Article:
News & Comment / In Brief

Ace Gene in Doubt
Hypoxic-Muscle Update


Will G Hopkins PhD, Physiology and Physical Education, University of Otago, Dunedin 9001, New Zealand. Email: Sportscience 3(3),, 1999 (223 words)
     Last year it looked like the gene coding for angiotensin converting enzyme--the ACE gene--was a human-performance gene. In a short item summarizing recent research, I described how army recruits who had the I form of this gene appeared to benefit more from training than those with the D form. Top mountaineers and top athletes were also more likely to have the I form. But anyone planning to identify future Olympians by typing their ACE genes had better wait a while. At this year's ACSM meeting there was a poster with evidence that, if anything, the D form was better (see my report). And now in a recently published study from an Australian lab (Taylor et al. 1999), there appears to be little difference in frequency of the I form between athletes and the general population. I emailed one of the authors for more information, but he was unable to explain the disparity between this study and the earlier study of athletes, which had come from another Australian lab.
Taylor RR, Mamotte CDS, Fallon K, van Bockxmeer FM (1999). Elite athletes and the gene for angiotensin converting enzyme. Journal of Applied Physiology 87, 1035-1037

Will G Hopkins PhD, Physiology and Physical Education, University of Otago, Dunedin 9001, New Zealand. Email: Sportscience 3(3),, 1999 (480 words)
    Do muscles run short of oxygen in hard exercise? In a great debate at this year's ACSM meeting, Tim Noakes cited recent research by Russell Richardson as direct evidence that muscles do not become hypoxic at any intensity of exercise. I took Tim's word for it in my report on the debate, but having read the recent paper by Richardson et al. (1999), I am reasonably certain that muscles do indeed go hypoxic when you push them hard.
     Tim was apparently referring to the state of oxygen in the cytoplasm of muscle cells. In their groundbreaking work, Richardson and coworkers used magnetic resonance spectroscopy to measure cytoplasmic oxygen in active muscle of cyclists exercising one leg hard. They found that the partial pressure (aka tension or concentration) of oxygen in the cytoplasm is a few millimeters of mercury. You have to get down to a fraction of a millimeter in mitochondria before energy production falls--which is what hypoxia means. That's a fraction of a millimeter in mitochondria, not the cytoplasm. As yet no-one has managed to measure mitochondrial oxygen tension in a human exercising hard, but Richardson et al. argued that it is likely to be hypoxic. They cited good evidence of hypoxia in electrically stimulated muscles of anaesthetized dogs. In other recent work they showed that cytoplasmic oxygen tension stays constant whatever the exercise, so to get more oxygen into mitochondria the oxygen tension inside mitochondria has to drop. Does it drop to hypoxic levels in hard exercise? Someone should find out by modeling oxygen transport in muscle using the basic physics of diffusion. We will still need confirmation by direct measurement, when someone can figure out how to do it in exercising humans.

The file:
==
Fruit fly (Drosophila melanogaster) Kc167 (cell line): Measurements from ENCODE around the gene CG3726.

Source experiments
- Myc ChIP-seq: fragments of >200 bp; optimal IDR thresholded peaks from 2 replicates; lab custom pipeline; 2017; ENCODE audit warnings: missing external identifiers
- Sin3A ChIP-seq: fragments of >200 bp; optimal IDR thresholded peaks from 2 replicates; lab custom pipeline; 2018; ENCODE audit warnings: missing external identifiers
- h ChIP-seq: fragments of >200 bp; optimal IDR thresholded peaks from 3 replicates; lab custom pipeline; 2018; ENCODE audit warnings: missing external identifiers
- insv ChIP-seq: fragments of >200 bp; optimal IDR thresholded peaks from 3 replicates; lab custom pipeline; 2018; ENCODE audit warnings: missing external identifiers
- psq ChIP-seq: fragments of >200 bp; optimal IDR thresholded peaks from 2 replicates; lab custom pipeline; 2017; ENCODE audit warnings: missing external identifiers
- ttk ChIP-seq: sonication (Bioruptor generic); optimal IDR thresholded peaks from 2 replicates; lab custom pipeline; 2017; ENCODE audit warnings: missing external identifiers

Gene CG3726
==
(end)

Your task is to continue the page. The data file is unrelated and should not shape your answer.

Tim would like muscles not to be hypoxic in hard exercise, because he has a theory that hard exercise is limited by a protective reflex arising in the heart. His idea is that the reflex acts like a governor to limit drive to muscles before their oxygen demand exceeds their supply. Fair enough. And even if muscles do go hypoxic, there could still be a governor limiting drive--it's just that the limit isn't enough to prevent hypoxia. But surely the feelings of fatigue and pain we get in our legs during hard exercise are evidence for a reflex arising in the legs? A reflex arising in the heart would be more likely to give us angina.
     Bottom line for athletes: if a governor limits drive to the extent that muscles aren't hypoxic, training the mind/brain to overcome the limit might enhance performance. But don't neglect strategies that enhance oxygen transport, because there's plenty of evidence that they enhance performance regardless of any governor.
Richardson RS, Leigh JS, Wagner PD, Noyszewski EA (1999). Cellular PO2 as a determinant of maximal mitochondrial O2 consumption in trained human skeletal muscle. Journal of Applied Physiology 87, 325-331

Published December 1999